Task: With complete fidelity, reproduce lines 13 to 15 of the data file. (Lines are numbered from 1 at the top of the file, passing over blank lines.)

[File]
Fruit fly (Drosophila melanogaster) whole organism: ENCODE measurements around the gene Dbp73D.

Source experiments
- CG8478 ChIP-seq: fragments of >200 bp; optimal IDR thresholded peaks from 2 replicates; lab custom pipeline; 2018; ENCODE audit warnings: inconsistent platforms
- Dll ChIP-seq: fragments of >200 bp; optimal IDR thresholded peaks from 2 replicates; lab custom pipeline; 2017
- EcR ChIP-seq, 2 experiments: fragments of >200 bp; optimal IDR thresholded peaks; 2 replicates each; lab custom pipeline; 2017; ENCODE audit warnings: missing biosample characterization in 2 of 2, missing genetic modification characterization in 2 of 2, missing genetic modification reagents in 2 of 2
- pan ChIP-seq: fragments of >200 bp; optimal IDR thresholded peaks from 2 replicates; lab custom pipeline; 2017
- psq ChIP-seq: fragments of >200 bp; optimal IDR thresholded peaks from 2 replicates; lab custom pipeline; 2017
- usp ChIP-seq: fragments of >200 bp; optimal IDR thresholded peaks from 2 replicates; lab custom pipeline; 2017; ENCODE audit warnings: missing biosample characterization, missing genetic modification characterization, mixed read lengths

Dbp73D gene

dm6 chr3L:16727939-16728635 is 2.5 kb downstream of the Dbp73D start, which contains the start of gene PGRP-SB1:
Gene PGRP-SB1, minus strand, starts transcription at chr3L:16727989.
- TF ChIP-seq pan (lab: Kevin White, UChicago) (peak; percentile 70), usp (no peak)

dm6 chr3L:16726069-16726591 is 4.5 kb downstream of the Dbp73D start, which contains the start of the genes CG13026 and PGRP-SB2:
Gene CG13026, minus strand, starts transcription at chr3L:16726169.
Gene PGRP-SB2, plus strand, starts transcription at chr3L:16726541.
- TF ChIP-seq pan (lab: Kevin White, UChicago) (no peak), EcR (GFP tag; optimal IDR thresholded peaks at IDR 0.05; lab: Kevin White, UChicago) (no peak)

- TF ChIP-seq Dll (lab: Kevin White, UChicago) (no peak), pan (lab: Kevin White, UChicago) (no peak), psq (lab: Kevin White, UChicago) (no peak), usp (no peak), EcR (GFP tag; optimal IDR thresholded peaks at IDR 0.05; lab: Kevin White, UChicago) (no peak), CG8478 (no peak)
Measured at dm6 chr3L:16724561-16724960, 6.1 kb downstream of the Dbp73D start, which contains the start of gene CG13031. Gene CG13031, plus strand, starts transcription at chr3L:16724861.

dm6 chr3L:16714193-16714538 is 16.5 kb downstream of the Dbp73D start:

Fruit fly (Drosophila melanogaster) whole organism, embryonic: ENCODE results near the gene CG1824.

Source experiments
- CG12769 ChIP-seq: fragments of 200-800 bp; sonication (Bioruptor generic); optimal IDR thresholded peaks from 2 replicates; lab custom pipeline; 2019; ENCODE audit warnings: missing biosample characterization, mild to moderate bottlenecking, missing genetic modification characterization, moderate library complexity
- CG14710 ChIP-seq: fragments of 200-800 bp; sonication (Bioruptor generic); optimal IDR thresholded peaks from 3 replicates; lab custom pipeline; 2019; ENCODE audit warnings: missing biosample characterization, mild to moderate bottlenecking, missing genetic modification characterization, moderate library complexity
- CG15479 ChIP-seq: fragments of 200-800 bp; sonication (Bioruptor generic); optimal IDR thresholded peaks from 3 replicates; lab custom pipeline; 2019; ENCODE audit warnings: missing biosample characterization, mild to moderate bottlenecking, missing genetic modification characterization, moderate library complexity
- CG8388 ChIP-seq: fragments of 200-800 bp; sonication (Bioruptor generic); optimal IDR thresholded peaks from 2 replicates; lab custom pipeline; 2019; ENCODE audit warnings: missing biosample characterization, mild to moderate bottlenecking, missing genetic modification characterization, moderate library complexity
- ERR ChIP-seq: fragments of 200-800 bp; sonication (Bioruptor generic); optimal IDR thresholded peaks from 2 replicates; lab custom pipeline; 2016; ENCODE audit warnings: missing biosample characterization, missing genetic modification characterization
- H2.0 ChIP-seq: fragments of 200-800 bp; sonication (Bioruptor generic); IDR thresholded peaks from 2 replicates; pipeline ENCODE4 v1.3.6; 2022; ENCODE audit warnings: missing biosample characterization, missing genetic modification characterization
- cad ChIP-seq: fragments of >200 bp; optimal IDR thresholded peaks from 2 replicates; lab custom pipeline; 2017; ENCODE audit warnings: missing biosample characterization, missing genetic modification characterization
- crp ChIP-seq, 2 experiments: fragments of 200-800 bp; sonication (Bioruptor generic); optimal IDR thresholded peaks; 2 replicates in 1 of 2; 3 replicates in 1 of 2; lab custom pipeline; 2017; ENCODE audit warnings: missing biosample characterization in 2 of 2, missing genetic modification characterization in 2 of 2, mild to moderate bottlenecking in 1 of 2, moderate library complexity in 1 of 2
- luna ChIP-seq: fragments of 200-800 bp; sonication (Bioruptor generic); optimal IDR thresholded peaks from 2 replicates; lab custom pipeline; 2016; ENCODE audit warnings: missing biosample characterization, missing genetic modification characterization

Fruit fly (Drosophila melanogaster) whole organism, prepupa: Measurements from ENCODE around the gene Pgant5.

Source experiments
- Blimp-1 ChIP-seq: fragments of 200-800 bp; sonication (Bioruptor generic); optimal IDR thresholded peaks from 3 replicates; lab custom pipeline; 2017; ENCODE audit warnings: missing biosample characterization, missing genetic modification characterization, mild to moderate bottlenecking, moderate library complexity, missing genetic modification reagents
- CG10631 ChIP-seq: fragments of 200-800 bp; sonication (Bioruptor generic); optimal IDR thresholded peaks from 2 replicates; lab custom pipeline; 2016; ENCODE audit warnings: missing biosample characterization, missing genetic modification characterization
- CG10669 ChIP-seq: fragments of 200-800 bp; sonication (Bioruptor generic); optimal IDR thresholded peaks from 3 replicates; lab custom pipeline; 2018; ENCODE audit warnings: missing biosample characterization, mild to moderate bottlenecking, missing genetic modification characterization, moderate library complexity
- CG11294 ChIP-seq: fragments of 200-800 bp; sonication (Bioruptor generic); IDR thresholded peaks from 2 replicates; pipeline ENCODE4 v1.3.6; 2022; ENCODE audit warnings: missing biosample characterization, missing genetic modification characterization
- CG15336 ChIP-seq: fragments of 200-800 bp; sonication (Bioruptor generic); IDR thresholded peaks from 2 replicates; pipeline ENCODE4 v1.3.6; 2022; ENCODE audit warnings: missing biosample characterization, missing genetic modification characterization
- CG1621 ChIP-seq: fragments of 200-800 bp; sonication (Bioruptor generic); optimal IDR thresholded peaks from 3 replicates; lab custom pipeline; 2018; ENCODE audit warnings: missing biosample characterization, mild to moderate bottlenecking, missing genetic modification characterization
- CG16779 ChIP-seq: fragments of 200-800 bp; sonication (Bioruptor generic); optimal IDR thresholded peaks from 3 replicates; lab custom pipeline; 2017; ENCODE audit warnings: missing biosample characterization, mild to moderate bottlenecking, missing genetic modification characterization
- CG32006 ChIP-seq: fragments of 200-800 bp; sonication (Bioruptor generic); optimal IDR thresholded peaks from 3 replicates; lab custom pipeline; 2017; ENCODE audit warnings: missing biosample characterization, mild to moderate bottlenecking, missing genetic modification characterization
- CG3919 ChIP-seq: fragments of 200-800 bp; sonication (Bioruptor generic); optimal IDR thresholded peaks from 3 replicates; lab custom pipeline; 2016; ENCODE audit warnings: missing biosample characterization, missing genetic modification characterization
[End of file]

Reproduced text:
dm6 chr3L:16726069-16726591 is 4.5 kb downstream of the Dbp73D start, which contains the start of the genes CG13026 and PGRP-SB2:
Gene CG13026, minus strand, starts transcription at chr3L:16726169.
Gene PGRP-SB2, plus strand, starts transcription at chr3L:16726541.